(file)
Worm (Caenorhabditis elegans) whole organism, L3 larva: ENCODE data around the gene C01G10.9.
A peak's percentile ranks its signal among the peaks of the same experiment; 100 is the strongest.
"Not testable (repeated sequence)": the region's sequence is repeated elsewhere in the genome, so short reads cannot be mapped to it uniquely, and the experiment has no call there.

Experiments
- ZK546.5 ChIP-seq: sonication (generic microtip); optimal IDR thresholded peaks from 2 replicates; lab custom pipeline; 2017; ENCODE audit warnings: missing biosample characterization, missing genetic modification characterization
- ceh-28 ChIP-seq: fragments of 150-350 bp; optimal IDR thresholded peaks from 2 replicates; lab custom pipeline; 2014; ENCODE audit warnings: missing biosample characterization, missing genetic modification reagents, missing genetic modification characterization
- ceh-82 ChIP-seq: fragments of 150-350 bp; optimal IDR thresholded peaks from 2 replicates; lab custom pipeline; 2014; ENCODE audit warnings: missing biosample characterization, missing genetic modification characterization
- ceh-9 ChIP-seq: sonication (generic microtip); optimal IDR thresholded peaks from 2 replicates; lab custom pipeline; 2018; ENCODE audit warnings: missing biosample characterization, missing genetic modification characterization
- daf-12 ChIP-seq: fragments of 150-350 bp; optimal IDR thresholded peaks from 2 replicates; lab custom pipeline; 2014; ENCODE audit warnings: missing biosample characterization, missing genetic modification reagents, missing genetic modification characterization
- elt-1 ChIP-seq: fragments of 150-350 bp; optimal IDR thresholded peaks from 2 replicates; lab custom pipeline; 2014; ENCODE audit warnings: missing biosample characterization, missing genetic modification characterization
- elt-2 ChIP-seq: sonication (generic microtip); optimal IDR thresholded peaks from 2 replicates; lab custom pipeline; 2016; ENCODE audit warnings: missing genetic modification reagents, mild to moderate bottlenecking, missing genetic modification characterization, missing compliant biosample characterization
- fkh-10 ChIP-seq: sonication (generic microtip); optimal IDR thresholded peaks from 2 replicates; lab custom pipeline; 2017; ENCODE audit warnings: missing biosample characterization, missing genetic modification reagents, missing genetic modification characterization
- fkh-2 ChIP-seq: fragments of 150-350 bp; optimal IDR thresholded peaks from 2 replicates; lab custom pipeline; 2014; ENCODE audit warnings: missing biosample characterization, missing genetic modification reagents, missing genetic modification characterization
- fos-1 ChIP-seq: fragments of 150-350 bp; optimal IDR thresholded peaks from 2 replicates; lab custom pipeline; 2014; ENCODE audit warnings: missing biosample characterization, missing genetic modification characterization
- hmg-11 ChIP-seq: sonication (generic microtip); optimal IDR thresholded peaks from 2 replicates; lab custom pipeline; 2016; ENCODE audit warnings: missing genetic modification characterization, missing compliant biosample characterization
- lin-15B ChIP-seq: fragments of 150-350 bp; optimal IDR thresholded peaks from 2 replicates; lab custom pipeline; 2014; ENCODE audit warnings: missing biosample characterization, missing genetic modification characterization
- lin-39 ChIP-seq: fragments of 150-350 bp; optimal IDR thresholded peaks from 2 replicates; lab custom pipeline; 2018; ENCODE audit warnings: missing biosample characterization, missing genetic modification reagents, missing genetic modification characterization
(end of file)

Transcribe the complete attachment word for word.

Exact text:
Worm (Caenorhabditis elegans) whole organism, L3 larva: ENCODE data around the gene C01G10.9.
A peak's percentile ranks its signal among the peaks of the same experiment; 100 is the strongest.
"Not testable (repeated sequence)": the region's sequence is repeated elsewhere in the genome, so short reads cannot be mapped to it uniquely, and the experiment has no call there.

Experiments
- ZK546.5 ChIP-seq: sonication (generic microtip); optimal IDR thresholded peaks from 2 replicates; lab custom pipeline; 2017; ENCODE audit warnings: missing biosample characterization, missing genetic modification characterization
- ceh-28 ChIP-seq: fragments of 150-350 bp; optimal IDR thresholded peaks from 2 replicates; lab custom pipeline; 2014; ENCODE audit warnings: missing biosample characterization, missing genetic modification reagents, missing genetic modification characterization
- ceh-82 ChIP-seq: fragments of 150-350 bp; optimal IDR thresholded peaks from 2 replicates; lab custom pipeline; 2014; ENCODE audit warnings: missing biosample characterization, missing genetic modification characterization
- ceh-9 ChIP-seq: sonication (generic microtip); optimal IDR thresholded peaks from 2 replicates; lab custom pipeline; 2018; ENCODE audit warnings: missing biosample characterization, missing genetic modification characterization
- daf-12 ChIP-seq: fragments of 150-350 bp; optimal IDR thresholded peaks from 2 replicates; lab custom pipeline; 2014; ENCODE audit warnings: missing biosample characterization, missing genetic modification reagents, missing genetic modification characterization
- elt-1 ChIP-seq: fragments of 150-350 bp; optimal IDR thresholded peaks from 2 replicates; lab custom pipeline; 2014; ENCODE audit warnings: missing biosample characterization, missing genetic modification characterization
- elt-2 ChIP-seq: sonication (generic microtip); optimal IDR thresholded peaks from 2 replicates; lab custom pipeline; 2016; ENCODE audit warnings: missing genetic modification reagents, mild to moderate bottlenecking, missing genetic modification characterization, missing compliant biosample characterization
- fkh-10 ChIP-seq: sonication (generic microtip); optimal IDR thresholded peaks from 2 replicates; lab custom pipeline; 2017; ENCODE audit warnings: missing biosample characterization, missing genetic modification reagents, missing genetic modification characterization
- fkh-2 ChIP-seq: fragments of 150-350 bp; optimal IDR thresholded peaks from 2 replicates; lab custom pipeline; 2014; ENCODE audit warnings: missing biosample characterization, missing genetic modification reagents, missing genetic modification characterization
- fos-1 ChIP-seq: fragments of 150-350 bp; optimal IDR thresholded peaks from 2 replicates; lab custom pipeline; 2014; ENCODE audit warnings: missing biosample characterization, missing genetic modification characterization
- hmg-11 ChIP-seq: sonication (generic microtip); optimal IDR thresholded peaks from 2 replicates; lab custom pipeline; 2016; ENCODE audit warnings: missing genetic modification characterization, missing compliant biosample characterization
- lin-15B ChIP-seq: fragments of 150-350 bp; optimal IDR thresholded peaks from 2 replicates; lab custom pipeline; 2014; ENCODE audit warnings: missing biosample characterization, missing genetic modification characterization
- lin-39 ChIP-seq: fragments of 150-350 bp; optimal IDR thresholded peaks from 2 replicates; lab custom pipeline; 2018; ENCODE audit warnings: missing biosample characterization, missing genetic modification reagents, missing genetic modification characterization